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Say you have two polynomials: $3 + x$ and $2x^2 + 2$.

I'm trying to understand how FFT helps us multiply these two polynomials. However, I can't find any worked out examples. Can someone show me how FFT algorithm would multiply these two polynomials. (Note: there is nothing special about these polynomials, but I wanted to keep it simple to make it easier to follow.)

I've looked at the algorithms in pseudocode, but all of them seem to be have problems (don't specify what the input should be, undefined variables). And surprisingly, I can't find where anyone has actually walked through (by hand) an example of multiplying polynomials using FFT.

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    $\begingroup$ Wikipedia keeps this nice image for integer-multiplication via FFT, but I think an even more explicit step-by-step could be helpful. $\endgroup$ – Realz Slaw Oct 20 '13 at 23:29
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Suppose we use fourth roots of unity, which corresponds to substituting $1,i,-1,-i$ for $x$. We also use decimation-in-time rather than decimation-in-frequency in the FFT algorithm. (We also apply bit-reversal seamlessly.)

In order to compute the transform of the first polynomial, we start by writing the coefficients: $$ 3,1,0,0. $$ The Fourier transform of the even coefficients $3,0$ is $3,3$, and of the odd coefficients $1,0$ is $1,1$. (This transform is just $a,b \mapsto a+b,a-b$.) Therefore the transform of the first polynomial is $$ 4,3-i,2,3+i. $$ This is obtained using $X_{0,2} = E_0 \pm O_0$, $X_{1,3} = E_1 \mp i O_1$. ( From twiddle factor calculation ).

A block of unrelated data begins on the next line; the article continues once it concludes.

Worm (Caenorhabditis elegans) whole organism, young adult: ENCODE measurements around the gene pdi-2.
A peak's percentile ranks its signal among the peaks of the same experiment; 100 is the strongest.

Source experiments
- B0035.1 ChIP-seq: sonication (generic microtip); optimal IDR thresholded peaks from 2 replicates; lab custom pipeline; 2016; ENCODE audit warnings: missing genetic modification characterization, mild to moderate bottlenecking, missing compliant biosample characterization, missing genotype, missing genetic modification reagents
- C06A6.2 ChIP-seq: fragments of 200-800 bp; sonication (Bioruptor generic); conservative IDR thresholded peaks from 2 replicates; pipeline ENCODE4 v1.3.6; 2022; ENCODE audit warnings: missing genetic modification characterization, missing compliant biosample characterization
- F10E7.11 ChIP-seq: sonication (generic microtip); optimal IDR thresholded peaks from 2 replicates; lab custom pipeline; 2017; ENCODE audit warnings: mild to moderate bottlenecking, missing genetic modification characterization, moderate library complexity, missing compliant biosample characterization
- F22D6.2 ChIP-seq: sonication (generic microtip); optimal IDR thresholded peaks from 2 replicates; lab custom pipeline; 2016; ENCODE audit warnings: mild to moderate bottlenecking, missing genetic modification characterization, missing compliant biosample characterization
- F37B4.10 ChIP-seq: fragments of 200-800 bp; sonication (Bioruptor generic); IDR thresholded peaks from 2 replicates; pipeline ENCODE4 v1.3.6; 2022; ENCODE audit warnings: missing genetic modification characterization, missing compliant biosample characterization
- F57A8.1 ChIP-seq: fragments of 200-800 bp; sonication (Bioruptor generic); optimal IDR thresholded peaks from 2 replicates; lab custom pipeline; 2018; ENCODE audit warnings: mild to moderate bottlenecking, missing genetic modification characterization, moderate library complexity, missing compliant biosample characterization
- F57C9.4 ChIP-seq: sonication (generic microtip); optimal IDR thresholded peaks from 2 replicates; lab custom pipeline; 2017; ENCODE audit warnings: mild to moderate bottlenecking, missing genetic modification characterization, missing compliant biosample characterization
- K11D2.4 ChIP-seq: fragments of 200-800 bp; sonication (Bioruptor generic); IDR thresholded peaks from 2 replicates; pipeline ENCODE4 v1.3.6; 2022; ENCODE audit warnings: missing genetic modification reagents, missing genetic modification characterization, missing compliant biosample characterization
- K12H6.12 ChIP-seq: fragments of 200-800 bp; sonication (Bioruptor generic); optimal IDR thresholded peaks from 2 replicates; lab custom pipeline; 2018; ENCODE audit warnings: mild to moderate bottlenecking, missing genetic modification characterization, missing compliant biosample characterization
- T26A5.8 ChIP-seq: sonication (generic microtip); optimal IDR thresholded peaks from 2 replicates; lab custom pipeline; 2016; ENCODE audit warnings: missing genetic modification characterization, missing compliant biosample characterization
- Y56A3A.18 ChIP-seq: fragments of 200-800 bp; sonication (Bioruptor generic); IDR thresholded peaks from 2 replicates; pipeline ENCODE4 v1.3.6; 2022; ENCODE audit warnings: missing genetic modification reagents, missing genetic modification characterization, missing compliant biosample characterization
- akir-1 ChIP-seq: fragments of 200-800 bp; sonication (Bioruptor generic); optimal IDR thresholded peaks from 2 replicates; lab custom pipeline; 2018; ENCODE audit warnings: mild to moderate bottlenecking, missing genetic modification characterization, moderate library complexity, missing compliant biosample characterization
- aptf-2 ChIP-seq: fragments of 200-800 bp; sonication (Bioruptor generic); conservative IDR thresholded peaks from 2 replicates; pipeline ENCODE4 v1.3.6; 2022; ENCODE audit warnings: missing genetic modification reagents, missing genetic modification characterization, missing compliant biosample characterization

Let's do the same for the second polynomial. The coefficients are $$2,0,2,0.$$ The even coefficients $2,2$ transform to $4,0$, and the odd coefficients $0,0$ transform to $0,0$. Therefore the transform of the second polynomial is $$ 4,0,4,0. $$

We obtain the Fourier transform of the product polynomial by multiplying the two Fourier transforms pointwise: $$ 16, 0, 8, 0. $$ It remains to compute the inverse Fourier transform. The even coefficients $16,8$ inverse-transform to $12,4$, and the odd coefficients $0,0$ inverse-transform to $0,0$. (The inverse transform is $x,y \mapsto (x+y)/2,(x-y)/2$.) Therefore the transform of the product polynomial is $$6,2,6,2.$$ This is obtained using $X_{0,2} = (E_0 \pm O_0)/2$, $X_{1,3} = (E_1 \mp i O_1)/2$. We have obtained the desired answer $$ (3 + x)(2 + 2x^2) = 6+2x+6x^2+2x^3. $$

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  • $\begingroup$ how did you arrive at 6,2 6, 2? $\endgroup$ – lars Oct 23 '13 at 18:11
  • $\begingroup$ I gave the formulas: $X_{0,2} = (E_0 \pm O_2)/2$, $X_{1,3} = (E_1 \mp i O_1)/2$, where $E_0,E_1$ ($O_1,O_2$) is the inverse transform of the even (odd) coefficients, obtained through the formula $x,y \mapsto (x+y)/2,(x-y)/2$. Please look at the answer again - all the calculations are there. $\endgroup$ – Yuval Filmus Oct 23 '13 at 19:46
  • $\begingroup$ Why do you use the even coefficients twice? 3,3 -> 3,3,3,3. -> 3+1, 3-i, 3+-1,3--i ? $\endgroup$ – Aage Torleif Dec 6 '14 at 2:02
  • $\begingroup$ How do these formulas for $X_{0,2}$ and $X_{1,3}$ extend to higher degrees? Do the plus/minus signs just keep flipping? For example what would it be for $X_{0,2,4}$ ? $\endgroup$ – Bobby Lee Dec 14 '16 at 20:15
  • $\begingroup$ @BobbyLee I encourage you to read some literature on FFT. $\endgroup$ – Yuval Filmus Dec 14 '16 at 20:29
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Define the polynomials, where deg(A) = q and deg(B) = p. The deg(C) = q + p.

In this case, deg(C) = 1 + 2 = 3.

$$ A = 3 + x \\ B = 2x^2 + 2 \\ C = A*B = ? $$

We can easily find C in $O(n^2)$ time by brute-force multiplication of coefficients. By applying FFT (and inverse FFT), we could achieve this in $O(n\log(n))$ time. Explicitly:

  1. Convert the coefficient representation of A and B to its value representation. This process is called evaluation. Performing Divide-and-Conquer (D&C) for this would take $O(n\log(n))$ time.
  2. Multiply component-wise the polynomials in their value representation. This returns the value representation of C = A*B. This take $O(n)$ time.
  3. Invert C using inverse FFT to get C in its coefficient representation. This process is called interpolation and it also takes $O(n\log(n))$ time.